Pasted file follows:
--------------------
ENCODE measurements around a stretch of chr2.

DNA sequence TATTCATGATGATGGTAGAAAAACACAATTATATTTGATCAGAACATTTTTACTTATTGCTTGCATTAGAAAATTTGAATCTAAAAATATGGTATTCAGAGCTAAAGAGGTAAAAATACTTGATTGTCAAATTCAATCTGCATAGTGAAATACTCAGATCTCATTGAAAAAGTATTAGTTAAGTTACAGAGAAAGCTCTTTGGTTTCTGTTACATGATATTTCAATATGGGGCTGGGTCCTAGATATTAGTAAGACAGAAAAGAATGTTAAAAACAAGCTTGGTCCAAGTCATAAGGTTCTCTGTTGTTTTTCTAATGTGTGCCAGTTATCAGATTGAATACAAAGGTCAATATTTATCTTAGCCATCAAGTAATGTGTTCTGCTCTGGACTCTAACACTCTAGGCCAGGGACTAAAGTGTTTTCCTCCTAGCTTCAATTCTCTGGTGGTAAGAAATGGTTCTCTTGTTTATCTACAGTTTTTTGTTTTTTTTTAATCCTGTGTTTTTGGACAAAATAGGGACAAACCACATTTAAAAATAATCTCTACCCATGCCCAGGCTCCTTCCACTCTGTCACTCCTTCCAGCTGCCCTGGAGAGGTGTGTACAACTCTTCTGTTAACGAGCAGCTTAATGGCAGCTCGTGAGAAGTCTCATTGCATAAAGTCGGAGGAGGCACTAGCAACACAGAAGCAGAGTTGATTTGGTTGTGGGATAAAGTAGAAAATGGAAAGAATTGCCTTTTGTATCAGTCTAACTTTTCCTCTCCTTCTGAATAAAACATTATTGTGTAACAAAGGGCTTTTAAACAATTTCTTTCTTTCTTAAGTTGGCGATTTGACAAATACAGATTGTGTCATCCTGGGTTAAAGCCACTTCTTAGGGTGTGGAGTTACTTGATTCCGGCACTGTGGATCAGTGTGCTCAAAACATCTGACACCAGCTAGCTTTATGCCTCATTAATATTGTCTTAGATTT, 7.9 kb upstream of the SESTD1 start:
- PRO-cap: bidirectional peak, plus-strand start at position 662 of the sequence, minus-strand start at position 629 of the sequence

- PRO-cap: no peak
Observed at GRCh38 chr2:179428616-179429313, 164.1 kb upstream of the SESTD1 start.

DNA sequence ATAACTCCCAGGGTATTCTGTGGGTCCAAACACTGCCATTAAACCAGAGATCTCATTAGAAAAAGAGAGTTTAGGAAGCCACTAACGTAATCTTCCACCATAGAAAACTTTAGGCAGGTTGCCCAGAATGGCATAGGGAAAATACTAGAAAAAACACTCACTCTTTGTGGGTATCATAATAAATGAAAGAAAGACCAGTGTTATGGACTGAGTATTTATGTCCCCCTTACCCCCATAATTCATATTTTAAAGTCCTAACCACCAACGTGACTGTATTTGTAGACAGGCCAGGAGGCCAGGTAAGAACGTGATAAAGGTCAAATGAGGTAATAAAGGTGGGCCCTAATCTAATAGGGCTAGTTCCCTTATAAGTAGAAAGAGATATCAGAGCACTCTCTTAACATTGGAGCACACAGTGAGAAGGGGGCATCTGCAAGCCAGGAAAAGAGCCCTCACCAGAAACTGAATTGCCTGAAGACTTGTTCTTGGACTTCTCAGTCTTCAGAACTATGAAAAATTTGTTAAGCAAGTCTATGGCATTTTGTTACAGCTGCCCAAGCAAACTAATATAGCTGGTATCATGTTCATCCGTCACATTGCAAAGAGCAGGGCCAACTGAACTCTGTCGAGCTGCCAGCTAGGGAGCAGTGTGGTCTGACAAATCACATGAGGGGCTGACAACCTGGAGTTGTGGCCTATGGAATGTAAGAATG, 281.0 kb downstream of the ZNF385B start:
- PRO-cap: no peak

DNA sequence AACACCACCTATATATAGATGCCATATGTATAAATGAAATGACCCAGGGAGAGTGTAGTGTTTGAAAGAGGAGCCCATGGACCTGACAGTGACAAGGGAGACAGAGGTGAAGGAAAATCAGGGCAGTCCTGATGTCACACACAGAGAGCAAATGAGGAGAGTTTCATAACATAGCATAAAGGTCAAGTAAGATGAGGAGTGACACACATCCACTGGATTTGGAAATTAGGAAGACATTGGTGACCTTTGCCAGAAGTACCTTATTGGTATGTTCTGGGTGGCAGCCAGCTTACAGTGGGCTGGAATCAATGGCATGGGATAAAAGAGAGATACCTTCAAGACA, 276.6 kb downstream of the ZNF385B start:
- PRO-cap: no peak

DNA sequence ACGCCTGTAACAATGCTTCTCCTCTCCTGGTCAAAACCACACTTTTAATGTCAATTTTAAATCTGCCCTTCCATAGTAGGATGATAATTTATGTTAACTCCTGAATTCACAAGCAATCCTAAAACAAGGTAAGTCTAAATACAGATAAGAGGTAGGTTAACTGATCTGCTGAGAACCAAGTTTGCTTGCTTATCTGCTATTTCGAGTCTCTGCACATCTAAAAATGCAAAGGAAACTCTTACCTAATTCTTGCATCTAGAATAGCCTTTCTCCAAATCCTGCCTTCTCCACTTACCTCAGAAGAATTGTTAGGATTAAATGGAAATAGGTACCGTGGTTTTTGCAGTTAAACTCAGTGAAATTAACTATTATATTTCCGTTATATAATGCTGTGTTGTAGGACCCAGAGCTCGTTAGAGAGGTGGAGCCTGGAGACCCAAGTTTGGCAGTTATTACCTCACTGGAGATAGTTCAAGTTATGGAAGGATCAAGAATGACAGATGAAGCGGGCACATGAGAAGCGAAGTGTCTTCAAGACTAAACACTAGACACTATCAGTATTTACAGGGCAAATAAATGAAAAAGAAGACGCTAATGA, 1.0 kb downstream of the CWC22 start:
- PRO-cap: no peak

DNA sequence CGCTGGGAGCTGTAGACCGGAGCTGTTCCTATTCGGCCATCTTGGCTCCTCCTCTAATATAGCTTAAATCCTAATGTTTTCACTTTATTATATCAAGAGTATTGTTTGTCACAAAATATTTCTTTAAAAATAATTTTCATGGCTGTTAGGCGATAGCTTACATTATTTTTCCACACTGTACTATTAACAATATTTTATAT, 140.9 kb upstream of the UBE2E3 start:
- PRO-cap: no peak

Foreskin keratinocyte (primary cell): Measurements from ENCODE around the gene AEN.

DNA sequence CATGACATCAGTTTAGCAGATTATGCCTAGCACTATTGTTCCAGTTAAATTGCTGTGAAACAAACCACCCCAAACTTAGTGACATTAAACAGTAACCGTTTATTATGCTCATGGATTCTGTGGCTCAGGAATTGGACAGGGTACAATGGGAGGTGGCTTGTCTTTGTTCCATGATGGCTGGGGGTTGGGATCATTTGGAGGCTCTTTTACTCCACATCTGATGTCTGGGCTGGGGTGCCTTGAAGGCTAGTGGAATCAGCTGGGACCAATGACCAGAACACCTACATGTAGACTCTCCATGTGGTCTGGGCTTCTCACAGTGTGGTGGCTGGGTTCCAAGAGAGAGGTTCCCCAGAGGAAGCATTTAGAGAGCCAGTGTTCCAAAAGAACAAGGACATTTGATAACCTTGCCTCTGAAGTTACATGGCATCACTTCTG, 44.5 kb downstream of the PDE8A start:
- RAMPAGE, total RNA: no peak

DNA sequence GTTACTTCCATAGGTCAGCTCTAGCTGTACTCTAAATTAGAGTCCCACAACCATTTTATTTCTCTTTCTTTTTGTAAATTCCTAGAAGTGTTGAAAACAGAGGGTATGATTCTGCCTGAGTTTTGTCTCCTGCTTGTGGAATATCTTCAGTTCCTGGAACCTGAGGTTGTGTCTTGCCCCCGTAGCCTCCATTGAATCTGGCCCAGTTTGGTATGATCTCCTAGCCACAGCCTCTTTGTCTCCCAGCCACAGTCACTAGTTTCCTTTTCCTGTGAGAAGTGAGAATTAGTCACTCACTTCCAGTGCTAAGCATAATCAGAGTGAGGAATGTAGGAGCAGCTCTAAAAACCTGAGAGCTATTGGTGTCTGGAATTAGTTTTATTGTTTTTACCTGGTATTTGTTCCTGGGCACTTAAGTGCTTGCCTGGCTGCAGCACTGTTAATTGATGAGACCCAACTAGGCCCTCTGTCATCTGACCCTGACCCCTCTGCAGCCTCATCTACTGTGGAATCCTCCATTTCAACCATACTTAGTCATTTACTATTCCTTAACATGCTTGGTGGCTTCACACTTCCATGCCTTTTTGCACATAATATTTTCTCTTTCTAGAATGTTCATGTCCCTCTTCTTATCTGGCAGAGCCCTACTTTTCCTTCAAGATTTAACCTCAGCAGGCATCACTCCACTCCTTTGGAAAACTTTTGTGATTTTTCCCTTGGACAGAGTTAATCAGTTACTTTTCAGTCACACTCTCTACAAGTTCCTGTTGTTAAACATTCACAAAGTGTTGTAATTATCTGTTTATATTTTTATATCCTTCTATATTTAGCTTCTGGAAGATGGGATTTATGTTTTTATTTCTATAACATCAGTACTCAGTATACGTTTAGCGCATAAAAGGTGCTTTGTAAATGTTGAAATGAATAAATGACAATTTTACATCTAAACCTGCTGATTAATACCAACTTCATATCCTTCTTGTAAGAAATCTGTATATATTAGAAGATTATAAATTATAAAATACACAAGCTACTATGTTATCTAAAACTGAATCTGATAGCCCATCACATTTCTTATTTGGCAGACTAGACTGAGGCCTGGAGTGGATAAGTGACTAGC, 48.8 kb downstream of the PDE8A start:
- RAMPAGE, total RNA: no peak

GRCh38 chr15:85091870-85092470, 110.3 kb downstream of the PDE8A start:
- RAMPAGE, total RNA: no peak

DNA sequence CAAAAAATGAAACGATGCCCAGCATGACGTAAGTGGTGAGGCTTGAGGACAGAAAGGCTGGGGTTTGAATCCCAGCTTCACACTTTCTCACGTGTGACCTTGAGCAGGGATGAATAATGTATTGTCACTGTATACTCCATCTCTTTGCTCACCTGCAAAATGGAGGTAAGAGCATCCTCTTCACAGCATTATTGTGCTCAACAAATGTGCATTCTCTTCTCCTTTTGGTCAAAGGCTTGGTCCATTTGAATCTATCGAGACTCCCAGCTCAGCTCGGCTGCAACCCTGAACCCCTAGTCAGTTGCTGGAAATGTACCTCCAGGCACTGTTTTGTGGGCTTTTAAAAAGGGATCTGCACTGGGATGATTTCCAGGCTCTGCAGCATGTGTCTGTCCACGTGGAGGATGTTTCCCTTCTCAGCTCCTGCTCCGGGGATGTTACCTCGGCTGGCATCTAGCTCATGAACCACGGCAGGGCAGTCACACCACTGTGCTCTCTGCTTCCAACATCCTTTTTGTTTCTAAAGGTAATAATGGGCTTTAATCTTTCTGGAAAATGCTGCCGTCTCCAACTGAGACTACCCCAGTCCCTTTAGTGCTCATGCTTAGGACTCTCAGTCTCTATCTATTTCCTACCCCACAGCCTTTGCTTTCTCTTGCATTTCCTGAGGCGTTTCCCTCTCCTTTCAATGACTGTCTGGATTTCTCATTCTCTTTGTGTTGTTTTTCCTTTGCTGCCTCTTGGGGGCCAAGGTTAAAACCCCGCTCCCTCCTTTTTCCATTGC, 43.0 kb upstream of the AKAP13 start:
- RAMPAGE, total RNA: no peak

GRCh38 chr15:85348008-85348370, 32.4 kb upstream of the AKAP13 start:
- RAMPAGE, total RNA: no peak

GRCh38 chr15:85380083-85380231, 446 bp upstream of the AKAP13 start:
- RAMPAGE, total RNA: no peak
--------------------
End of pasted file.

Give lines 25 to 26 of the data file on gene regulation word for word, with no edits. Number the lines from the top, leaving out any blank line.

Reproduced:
GRCh38 chr15:85380083-85380231, 446 bp upstream of the AKAP13 start:
- RAMPAGE, total RNA: no peak